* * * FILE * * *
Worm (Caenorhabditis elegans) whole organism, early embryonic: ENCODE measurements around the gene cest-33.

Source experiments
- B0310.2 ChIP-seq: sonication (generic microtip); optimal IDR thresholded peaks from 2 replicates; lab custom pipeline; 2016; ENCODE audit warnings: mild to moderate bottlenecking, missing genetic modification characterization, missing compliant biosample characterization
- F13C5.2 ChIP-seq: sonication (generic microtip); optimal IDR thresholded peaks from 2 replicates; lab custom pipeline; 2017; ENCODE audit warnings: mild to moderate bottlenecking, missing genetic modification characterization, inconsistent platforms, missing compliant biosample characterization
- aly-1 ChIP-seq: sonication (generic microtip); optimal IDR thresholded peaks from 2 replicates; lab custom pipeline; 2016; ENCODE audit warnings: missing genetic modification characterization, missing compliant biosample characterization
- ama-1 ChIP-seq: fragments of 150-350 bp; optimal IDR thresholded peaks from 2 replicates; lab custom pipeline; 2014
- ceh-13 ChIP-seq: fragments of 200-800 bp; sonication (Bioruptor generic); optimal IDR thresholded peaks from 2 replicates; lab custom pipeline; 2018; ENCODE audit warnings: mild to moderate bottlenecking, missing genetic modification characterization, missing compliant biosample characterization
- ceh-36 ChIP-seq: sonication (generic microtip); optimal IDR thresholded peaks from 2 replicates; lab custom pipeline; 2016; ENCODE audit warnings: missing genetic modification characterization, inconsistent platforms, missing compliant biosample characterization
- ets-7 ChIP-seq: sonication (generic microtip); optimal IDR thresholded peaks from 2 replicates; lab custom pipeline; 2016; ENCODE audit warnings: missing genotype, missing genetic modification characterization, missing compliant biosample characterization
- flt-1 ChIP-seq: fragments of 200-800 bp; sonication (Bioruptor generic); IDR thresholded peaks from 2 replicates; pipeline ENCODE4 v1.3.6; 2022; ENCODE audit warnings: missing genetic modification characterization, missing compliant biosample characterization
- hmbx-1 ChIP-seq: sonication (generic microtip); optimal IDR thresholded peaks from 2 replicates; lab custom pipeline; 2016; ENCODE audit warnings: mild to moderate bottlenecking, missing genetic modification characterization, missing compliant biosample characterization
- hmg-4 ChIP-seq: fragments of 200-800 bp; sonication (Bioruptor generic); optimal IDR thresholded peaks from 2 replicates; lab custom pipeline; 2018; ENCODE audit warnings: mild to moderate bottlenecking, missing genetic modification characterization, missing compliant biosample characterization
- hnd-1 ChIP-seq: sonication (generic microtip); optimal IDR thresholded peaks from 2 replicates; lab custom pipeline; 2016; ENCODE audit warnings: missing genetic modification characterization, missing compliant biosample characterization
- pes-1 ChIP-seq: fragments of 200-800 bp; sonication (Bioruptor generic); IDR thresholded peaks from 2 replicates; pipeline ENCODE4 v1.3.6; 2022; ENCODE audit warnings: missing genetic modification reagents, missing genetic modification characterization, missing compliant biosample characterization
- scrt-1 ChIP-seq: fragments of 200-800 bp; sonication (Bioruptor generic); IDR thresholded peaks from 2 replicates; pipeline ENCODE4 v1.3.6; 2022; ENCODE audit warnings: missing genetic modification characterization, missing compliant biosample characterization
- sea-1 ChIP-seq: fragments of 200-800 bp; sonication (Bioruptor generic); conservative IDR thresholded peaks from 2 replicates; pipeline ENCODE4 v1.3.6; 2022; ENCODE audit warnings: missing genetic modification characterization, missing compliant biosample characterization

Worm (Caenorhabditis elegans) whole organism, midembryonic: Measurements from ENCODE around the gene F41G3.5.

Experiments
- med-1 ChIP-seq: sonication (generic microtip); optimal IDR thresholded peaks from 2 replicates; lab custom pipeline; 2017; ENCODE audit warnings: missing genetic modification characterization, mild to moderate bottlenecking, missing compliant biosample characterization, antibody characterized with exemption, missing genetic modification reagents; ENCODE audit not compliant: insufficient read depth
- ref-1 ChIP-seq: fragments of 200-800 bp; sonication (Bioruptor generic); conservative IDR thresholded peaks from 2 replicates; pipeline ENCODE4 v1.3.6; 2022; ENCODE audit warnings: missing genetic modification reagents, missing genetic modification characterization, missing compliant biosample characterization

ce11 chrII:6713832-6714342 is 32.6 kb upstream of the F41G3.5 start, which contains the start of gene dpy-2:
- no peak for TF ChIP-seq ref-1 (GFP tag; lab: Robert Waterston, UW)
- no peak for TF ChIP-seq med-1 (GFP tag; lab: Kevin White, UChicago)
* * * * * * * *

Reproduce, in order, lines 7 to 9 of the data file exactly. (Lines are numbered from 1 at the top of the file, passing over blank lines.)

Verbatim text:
- ceh-13 ChIP-seq: fragments of 200-800 bp; sonication (Bioruptor generic); optimal IDR thresholded peaks from 2 replicates; lab custom pipeline; 2018; ENCODE audit warnings: mild to moderate bottlenecking, missing genetic modification characterization, missing compliant biosample characterization
- ceh-36 ChIP-seq: sonication (generic microtip); optimal IDR thresholded peaks from 2 replicates; lab custom pipeline; 2016; ENCODE audit warnings: missing genetic modification characterization, inconsistent platforms, missing compliant biosample characterization
- ets-7 ChIP-seq: sonication (generic microtip); optimal IDR thresholded peaks from 2 replicates; lab custom pipeline; 2016; ENCODE audit warnings: missing genotype, missing genetic modification characterization, missing compliant biosample characterization